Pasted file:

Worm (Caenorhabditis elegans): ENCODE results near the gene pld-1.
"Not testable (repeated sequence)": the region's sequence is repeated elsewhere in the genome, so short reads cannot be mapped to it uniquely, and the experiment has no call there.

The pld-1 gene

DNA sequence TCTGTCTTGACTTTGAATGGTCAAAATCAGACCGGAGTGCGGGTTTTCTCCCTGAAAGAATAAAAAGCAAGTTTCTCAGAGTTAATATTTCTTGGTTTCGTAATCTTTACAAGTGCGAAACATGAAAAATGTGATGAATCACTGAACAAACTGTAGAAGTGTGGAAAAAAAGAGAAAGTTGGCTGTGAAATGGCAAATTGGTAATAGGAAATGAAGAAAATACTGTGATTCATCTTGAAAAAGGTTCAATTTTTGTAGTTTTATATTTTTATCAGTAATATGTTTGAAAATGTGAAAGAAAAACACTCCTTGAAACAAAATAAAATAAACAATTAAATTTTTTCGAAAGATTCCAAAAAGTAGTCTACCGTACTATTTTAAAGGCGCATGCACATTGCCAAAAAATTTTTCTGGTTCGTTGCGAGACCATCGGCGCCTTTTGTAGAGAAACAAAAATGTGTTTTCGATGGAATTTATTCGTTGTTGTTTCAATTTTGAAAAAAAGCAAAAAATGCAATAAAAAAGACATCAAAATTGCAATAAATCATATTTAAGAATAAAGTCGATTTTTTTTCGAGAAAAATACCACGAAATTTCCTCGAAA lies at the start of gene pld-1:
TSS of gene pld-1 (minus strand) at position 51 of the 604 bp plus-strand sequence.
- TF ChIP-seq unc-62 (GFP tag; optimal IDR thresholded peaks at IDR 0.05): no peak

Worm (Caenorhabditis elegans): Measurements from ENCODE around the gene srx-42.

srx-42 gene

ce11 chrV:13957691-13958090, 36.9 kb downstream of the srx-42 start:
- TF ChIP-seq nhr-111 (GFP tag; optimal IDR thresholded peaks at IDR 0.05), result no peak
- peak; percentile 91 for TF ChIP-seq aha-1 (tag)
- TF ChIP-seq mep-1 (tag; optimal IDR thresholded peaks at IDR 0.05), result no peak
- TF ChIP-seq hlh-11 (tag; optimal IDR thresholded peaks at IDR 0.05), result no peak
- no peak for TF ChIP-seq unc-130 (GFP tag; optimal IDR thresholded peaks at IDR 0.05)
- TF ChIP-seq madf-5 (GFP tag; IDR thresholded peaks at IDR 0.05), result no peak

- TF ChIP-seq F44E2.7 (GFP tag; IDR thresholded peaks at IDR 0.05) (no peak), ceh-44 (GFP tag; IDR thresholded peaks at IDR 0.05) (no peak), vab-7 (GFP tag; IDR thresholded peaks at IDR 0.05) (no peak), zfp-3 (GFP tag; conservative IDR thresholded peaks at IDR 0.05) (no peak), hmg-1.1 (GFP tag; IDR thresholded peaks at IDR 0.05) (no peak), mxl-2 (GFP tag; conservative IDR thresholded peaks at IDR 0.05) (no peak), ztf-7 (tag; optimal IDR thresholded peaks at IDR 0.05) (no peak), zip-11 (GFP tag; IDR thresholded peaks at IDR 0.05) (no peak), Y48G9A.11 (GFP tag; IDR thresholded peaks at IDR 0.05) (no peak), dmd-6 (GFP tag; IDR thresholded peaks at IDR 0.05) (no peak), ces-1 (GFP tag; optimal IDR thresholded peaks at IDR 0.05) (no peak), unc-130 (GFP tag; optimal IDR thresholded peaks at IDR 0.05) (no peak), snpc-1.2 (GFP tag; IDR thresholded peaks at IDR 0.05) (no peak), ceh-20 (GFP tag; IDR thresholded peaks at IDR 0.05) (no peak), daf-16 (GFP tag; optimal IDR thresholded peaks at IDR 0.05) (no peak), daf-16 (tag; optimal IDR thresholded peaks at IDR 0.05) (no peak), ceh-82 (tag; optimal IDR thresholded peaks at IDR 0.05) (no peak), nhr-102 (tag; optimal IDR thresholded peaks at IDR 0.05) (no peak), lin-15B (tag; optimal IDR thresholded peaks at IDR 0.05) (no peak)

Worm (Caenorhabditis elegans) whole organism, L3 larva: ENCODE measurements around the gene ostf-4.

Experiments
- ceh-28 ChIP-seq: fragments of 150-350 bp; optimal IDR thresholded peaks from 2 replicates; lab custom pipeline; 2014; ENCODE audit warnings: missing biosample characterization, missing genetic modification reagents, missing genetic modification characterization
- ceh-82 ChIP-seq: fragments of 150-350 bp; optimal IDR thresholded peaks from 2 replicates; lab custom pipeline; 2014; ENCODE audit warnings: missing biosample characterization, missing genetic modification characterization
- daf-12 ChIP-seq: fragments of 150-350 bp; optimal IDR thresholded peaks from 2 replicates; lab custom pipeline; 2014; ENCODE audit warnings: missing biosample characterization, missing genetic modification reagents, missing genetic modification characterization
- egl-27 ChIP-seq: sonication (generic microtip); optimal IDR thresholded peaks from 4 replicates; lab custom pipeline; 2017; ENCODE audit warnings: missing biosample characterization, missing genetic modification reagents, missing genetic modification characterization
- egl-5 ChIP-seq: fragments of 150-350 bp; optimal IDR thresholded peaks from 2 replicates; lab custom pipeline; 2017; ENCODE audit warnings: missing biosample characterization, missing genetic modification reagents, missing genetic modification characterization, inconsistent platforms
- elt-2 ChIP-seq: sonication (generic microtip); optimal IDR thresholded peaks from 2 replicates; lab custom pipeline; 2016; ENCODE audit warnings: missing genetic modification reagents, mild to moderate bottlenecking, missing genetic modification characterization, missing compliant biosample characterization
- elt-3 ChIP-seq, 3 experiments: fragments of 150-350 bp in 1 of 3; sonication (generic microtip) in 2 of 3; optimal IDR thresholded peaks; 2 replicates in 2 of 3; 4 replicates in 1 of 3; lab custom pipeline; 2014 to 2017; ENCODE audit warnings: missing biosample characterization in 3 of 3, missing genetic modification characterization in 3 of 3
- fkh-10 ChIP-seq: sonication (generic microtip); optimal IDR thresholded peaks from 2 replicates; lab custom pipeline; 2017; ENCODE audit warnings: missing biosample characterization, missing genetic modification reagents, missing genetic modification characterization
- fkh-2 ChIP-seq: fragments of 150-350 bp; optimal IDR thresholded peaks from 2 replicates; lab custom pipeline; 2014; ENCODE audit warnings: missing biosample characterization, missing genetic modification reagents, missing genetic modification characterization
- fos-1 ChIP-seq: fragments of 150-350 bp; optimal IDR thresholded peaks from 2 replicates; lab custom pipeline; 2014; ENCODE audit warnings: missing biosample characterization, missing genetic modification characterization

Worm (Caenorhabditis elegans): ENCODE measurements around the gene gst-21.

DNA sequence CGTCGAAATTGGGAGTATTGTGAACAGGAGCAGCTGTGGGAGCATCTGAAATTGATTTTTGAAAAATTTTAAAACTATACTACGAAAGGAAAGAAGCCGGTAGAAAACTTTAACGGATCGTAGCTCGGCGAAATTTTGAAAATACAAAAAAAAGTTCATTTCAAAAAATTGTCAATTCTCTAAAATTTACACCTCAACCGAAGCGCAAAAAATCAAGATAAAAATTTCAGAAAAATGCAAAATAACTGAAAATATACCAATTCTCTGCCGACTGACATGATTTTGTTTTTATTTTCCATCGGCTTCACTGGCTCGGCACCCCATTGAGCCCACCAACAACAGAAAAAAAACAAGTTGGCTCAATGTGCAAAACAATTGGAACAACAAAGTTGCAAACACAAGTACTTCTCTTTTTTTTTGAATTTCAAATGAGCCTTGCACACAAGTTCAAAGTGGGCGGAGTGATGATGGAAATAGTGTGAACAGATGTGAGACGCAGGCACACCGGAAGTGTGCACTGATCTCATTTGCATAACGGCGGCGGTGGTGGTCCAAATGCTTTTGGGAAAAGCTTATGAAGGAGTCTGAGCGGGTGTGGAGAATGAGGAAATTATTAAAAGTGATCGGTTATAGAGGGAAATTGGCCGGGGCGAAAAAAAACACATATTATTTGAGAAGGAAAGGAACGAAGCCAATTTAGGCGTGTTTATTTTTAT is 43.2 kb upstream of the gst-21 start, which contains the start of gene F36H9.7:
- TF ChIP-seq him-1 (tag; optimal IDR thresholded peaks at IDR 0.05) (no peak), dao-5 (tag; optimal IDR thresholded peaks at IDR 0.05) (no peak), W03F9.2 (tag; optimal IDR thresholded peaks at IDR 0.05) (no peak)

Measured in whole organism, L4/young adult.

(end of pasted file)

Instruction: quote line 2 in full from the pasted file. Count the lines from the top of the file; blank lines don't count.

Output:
"Not testable (repeated sequence)": the region's sequence is repeated elsewhere in the genome, so short reads cannot be mapped to it uniquely, and the experiment has no call there.